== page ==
On his most recent trip to his hometown of Srinagar in late July 2019, thirty-one-year-old Adil Sheikh had plans to hit the hiking trails. A city of 1.2 million people, Srinagar is the capital of Jammu and Kashmir (J&K) and sits along the Jhelum River, which also crisscrosses into India and Pakistan. Srinagar is nestled in the Kashmir Valley between the forested mountains of the Pir Panjal range to the southwest and the Himalayas to the northeast. A number of lakes edge up against the mountains nearby, and hiking trails are plentiful.
Adil has visited Kashmir nearly every summer since he moved to Oregon in 2013 to work for Nike. “It’s a busy life here. You go to work, you come back. It’s a full day,” he told me when we met this past winter. “And then whatever days off you get, you try to spend it back in Kashmir with your family. That was my life for six years.” Last summer, Adil’s friend Muneer Mubashir also traveled from Portland to visit family in Srinagar, and he and Adil had been planning to go for a hike together on August 5.
As evening approached on August 4, Adil and his family were just returning from a trip out of town to Gulmarg, a hill station and popular ski resort thirty miles west of Srinagar. Around midnight, they noticed that their broadband internet connection at home had been cut. Adil had a sinking feeling that he wouldn’t be able to reach Muneer the next day. By the morning of August 5, when the internet, cell phone signals, and landlines still had not been restored across J&K, the reason became clear: speaking in Parliament, Amit Shah, India’s home minister and right-hand man to Prime Minister Narendra Modi, announced the decision to revoke Article 370 of the Indian Constitution, which had outlined the terms of Indian-administered Jammu and Kashmir’s special autonomous status.
The Indian government imposed a curfew that severely limited travel within the city; the only way Adil’s family could hear news updates was via the Indian state radio station, All India Radio. “And on the radio they said, ‘The people of Kashmir have welcomed the taking away of Article 370.’ I was like, this is such a lie,” Adil told me.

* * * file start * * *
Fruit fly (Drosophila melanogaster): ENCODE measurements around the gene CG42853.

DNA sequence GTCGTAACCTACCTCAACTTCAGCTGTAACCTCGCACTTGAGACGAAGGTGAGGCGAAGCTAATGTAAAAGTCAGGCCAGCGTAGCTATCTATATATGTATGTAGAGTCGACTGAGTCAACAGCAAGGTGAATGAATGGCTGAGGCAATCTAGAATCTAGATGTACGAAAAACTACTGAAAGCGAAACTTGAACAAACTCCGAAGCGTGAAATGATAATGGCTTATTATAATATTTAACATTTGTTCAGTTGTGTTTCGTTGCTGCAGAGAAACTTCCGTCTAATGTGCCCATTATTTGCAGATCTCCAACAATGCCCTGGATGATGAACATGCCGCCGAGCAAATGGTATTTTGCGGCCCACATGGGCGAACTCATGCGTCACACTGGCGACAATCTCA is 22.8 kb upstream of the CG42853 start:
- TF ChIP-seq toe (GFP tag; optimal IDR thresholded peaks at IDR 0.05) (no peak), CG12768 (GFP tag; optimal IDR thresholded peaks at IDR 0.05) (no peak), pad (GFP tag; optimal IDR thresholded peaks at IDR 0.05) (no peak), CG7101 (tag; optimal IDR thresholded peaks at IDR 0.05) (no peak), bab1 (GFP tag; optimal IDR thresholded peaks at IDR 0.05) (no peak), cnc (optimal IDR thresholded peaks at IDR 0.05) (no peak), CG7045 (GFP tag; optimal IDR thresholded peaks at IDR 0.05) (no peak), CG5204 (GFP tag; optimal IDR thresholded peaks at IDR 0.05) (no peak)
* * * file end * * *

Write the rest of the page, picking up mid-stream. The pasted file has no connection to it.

Article 370 went into effect as part of the Indian Constitution in 1950, three years after the Indian independence movement pushed the British out in 1947. The subcontinent was violently divided between Pakistan and India in an act known as Partition, and the princely state of Jammu and Kashmir was given the option of joining Hindu-majority India or Muslim-majority Pakistan. Since the 1930s, the Muslim-majority population of J&K had been mobilizing against their Hindu rulers in search of greater political representation and an end to the economic exploitation of Kashmiris. Following an uprising in late 1947, paramilitary forces led by the Hindu ruler Maharaja Hari Singh carried out a massacre of Muslims in the Jammu region. The violence heightened the religious divide, and Pakistan intervened at the request of Muslim Kashmiris. In exchange for protection from Indian troops, Singh struck a deal with New Delhi that later became Article 370. In theory, Article 370 allowed Jammu and Kashmir to create its own laws, except in the areas of defense, foreign affairs, and communications, which would be administered by India. This agreement was made between two sovereign entities and was signed under the condition that the people of Kashmir would have a chance to decide their future via a vote. But Article 370 was rendered mostly symbolic as early as 1954.